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1997: Can American manufacturing compete with low wages overseas?
WARREN BUFFETT: The other question about the low-cost industrial — you know, how does the industrial society evolve, I — you know, the world evolves in a way, in a market society, so people do what they’re best at. And this country’s done very well in recent years — something like, you know, software that — where a Microsoft has been leading or an Intel or something. I mean, we have done very well.
Ten years ago the American public was sort of down on itself, or 15 years ago, in terms of what the economy could do.
But here we are with our unemployment rate — in Nebraska it’s under 3 percent.
And you know, you look at the countries of Europe that were supposedly going to beat us into the ground, or you look at Japan.
I think the American economy encourages adaptation. I mean, Singapore may be better, but in terms of major large economies, I think the American economy does awfully well in encouraging adaptation to what people want, and delivering it to them in ever-increasing amounts. And you know, I view that as all to the good.
So I don’t regard any industry as sacred. I regard innovation and freeing up the able people to — able, in terms of production of goods in a market economy — to spend 12 hours a day all the time — I don’t see Andy or Bill letting up at all, in terms of where Intel and Microsoft are now.
I don’t see Roberto Goizueta at Coca-Cola, or Michael Eisner at Disney, or any of those people.
They don’t work 40-hour weeks, they work 70 or 80-hour weeks. And I think that system works very well in this country, and I don’t worry particularly about the specific products that are turned out.
CHARLIE MUNGER: I would not like the conclusion that both Warren and I have reached, that issues of fairness are properly to be considered in the tax laws, to cause anyone here to believe that I have a great respect for Harvard University’s philosopher John Rawls.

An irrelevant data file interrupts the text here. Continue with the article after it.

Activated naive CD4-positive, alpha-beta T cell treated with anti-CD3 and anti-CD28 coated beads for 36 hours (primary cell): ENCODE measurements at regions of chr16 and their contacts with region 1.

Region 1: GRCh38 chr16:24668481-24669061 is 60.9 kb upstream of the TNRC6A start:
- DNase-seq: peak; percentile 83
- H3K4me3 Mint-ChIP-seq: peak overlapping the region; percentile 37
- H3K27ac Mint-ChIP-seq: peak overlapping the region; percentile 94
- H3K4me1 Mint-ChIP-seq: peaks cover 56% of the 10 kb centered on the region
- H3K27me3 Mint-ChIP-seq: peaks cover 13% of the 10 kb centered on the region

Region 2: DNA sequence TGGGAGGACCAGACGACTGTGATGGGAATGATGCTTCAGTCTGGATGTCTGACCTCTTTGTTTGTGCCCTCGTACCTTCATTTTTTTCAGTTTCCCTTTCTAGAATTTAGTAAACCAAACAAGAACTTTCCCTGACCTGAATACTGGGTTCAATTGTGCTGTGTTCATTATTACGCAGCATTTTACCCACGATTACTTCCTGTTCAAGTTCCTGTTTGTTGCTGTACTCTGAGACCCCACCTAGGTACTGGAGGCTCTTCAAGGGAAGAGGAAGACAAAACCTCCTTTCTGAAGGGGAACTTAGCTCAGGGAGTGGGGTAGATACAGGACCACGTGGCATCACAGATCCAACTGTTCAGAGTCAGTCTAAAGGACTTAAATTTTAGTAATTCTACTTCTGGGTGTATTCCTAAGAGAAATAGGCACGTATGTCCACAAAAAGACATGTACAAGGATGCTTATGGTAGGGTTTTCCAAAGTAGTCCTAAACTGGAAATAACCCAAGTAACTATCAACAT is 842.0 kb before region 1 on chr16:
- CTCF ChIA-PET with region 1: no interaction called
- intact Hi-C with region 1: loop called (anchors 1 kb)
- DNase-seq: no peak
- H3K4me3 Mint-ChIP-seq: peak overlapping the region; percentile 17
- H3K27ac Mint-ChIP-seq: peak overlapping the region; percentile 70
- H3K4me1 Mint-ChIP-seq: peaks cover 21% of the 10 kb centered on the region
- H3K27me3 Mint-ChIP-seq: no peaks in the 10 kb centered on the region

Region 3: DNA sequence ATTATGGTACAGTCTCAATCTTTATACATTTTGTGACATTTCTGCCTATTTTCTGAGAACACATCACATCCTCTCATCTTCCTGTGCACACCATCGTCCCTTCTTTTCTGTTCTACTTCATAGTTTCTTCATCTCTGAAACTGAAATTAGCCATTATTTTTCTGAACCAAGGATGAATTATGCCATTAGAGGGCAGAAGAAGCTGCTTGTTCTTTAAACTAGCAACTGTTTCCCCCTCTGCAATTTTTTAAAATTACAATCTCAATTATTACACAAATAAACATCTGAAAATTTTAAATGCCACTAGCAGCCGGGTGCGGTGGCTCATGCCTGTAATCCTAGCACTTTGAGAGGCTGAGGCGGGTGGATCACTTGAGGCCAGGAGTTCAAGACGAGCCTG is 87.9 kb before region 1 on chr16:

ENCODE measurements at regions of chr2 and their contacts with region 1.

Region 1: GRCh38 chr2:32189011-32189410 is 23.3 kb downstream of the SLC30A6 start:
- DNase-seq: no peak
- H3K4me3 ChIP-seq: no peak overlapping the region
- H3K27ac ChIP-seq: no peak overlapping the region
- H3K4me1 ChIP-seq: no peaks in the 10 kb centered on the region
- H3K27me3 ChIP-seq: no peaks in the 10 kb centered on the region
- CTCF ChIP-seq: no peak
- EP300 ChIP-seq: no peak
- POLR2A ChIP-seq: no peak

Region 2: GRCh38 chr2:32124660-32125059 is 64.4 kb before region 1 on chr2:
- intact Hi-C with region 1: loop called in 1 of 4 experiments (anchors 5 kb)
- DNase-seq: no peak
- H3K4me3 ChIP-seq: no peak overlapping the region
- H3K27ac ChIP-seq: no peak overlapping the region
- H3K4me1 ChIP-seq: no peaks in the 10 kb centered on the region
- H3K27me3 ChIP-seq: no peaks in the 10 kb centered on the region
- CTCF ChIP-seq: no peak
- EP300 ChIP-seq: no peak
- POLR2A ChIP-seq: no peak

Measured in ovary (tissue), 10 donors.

He is perhaps the world’s best-known living philosopher. And personally, I think he’s had a pernicious influence on human thought.
He doesn’t know enough science. He doesn’t know enough economics. He doesn’t know enough about how systems work to be really good at figuring out what’s fair in systems. And he studied too much philosophy and too little of everything else. (Laughter)
If anybody thinks we love John Rawls, well, you can count me out. (Laughter)
WARREN BUFFETT: No — I wasn’t endorsing his conclusions, I was endorsing his thought — his original construct.
Charlie, how about the industries part of the question that Patrick asked?
CHARLIE MUNGER: Well, if Patrick isn’t the smartest person in the room, there can’t be many in his class.
You are getting questions from a very able man, and he’s deliberately made them very difficult. (Laughter)
And that whole issue is too complex for me to usefully discuss here. There are also certain limitations on ability that enter the equation. (Laughter)